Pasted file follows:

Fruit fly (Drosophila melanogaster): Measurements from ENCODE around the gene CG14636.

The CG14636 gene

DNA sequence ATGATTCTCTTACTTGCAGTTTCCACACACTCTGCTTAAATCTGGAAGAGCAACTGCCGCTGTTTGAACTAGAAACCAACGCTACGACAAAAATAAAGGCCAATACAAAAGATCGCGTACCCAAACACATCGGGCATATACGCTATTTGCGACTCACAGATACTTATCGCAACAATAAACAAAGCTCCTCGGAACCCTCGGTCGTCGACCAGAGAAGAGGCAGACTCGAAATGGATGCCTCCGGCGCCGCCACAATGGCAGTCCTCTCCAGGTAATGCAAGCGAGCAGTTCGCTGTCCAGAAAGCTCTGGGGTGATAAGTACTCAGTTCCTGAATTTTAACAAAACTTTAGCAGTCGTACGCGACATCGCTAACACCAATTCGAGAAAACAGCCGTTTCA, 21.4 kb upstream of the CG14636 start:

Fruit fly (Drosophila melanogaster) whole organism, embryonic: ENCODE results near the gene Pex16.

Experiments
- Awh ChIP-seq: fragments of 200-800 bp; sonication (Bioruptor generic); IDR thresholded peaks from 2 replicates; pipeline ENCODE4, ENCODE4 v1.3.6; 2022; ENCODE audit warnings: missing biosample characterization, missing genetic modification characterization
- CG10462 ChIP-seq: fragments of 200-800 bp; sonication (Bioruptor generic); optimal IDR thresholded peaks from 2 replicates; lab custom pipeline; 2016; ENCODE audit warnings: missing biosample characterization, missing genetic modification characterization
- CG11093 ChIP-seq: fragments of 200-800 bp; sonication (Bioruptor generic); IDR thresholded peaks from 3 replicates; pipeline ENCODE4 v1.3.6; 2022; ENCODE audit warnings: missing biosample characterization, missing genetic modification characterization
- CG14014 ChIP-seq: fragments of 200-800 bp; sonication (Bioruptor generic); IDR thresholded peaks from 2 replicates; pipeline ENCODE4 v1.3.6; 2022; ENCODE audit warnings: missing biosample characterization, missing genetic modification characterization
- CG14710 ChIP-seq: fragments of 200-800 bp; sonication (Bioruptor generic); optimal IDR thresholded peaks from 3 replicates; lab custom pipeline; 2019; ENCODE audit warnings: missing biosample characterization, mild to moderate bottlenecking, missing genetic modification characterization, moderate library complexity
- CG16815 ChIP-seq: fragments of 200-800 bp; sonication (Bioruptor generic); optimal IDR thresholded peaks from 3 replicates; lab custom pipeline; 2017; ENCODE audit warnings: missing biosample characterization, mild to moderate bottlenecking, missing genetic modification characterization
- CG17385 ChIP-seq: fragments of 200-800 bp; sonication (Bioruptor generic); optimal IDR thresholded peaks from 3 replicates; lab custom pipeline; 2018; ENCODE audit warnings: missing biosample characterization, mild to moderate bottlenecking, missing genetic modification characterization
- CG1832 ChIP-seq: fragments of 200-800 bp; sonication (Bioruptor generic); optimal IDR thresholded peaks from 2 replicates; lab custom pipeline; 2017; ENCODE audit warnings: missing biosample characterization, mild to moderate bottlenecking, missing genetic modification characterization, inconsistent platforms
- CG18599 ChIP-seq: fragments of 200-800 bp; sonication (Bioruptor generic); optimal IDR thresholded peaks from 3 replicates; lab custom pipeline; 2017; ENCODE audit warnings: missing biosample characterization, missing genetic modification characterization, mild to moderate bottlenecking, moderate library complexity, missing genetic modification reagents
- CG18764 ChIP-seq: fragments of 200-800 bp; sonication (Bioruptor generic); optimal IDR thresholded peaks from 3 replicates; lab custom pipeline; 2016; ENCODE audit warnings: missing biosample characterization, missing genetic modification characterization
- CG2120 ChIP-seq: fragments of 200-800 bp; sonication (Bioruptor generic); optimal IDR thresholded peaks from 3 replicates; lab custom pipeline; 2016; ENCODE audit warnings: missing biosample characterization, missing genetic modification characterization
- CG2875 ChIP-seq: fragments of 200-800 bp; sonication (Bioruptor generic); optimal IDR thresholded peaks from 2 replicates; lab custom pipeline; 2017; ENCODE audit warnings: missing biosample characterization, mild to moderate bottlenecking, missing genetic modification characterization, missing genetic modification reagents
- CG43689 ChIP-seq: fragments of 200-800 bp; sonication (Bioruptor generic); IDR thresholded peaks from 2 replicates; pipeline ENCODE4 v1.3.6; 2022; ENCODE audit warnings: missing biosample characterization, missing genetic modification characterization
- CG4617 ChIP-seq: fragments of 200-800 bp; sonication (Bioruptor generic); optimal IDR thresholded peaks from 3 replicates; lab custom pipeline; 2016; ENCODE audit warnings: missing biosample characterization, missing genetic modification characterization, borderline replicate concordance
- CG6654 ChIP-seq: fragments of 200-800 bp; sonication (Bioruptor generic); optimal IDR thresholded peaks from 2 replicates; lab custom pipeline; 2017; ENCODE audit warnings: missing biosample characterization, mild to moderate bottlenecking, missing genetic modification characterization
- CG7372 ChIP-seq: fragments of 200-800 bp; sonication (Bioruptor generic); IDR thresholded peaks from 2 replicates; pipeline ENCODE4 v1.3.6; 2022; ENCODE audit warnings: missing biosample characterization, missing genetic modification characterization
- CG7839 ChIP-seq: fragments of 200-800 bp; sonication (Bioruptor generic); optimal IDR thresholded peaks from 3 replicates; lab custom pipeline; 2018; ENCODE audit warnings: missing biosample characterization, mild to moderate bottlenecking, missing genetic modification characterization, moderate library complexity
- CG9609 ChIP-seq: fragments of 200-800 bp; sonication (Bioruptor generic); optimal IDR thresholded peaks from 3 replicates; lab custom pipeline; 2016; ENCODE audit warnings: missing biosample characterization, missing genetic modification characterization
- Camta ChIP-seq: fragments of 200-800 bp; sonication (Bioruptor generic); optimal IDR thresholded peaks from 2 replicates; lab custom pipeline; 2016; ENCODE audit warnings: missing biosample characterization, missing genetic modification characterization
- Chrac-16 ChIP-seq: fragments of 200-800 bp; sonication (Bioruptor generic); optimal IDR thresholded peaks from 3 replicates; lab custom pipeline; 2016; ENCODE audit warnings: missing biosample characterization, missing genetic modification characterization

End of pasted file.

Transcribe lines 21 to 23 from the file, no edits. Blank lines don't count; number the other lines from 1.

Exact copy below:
- CG7372 ChIP-seq: fragments of 200-800 bp; sonication (Bioruptor generic); IDR thresholded peaks from 2 replicates; pipeline ENCODE4 v1.3.6; 2022; ENCODE audit warnings: missing biosample characterization, missing genetic modification characterization
- CG7839 ChIP-seq: fragments of 200-800 bp; sonication (Bioruptor generic); optimal IDR thresholded peaks from 3 replicates; lab custom pipeline; 2018; ENCODE audit warnings: missing biosample characterization, mild to moderate bottlenecking, missing genetic modification characterization, moderate library complexity
- CG9609 ChIP-seq: fragments of 200-800 bp; sonication (Bioruptor generic); optimal IDR thresholded peaks from 3 replicates; lab custom pipeline; 2016; ENCODE audit warnings: missing biosample characterization, missing genetic modification characterization